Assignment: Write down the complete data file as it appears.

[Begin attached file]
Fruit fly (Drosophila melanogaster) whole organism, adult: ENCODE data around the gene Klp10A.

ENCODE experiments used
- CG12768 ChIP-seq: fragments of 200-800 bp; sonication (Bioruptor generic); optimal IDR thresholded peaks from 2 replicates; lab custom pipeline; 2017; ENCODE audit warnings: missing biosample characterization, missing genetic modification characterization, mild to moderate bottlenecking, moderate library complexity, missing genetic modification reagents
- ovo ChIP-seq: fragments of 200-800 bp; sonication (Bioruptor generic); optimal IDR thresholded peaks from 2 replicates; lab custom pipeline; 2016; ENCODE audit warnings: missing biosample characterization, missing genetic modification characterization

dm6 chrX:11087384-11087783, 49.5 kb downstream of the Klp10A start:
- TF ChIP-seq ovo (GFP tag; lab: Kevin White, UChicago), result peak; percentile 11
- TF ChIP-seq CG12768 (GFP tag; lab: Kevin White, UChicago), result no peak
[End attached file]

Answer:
Fruit fly (Drosophila melanogaster) whole organism, adult: ENCODE data around the gene Klp10A.

ENCODE experiments used
- CG12768 ChIP-seq: fragments of 200-800 bp; sonication (Bioruptor generic); optimal IDR thresholded peaks from 2 replicates; lab custom pipeline; 2017; ENCODE audit warnings: missing biosample characterization, missing genetic modification characterization, mild to moderate bottlenecking, moderate library complexity, missing genetic modification reagents
- ovo ChIP-seq: fragments of 200-800 bp; sonication (Bioruptor generic); optimal IDR thresholded peaks from 2 replicates; lab custom pipeline; 2016; ENCODE audit warnings: missing biosample characterization, missing genetic modification characterization

dm6 chrX:11087384-11087783, 49.5 kb downstream of the Klp10A start:
- TF ChIP-seq ovo (GFP tag; lab: Kevin White, UChicago), result peak; percentile 11
- TF ChIP-seq CG12768 (GFP tag; lab: Kevin White, UChicago), result no peak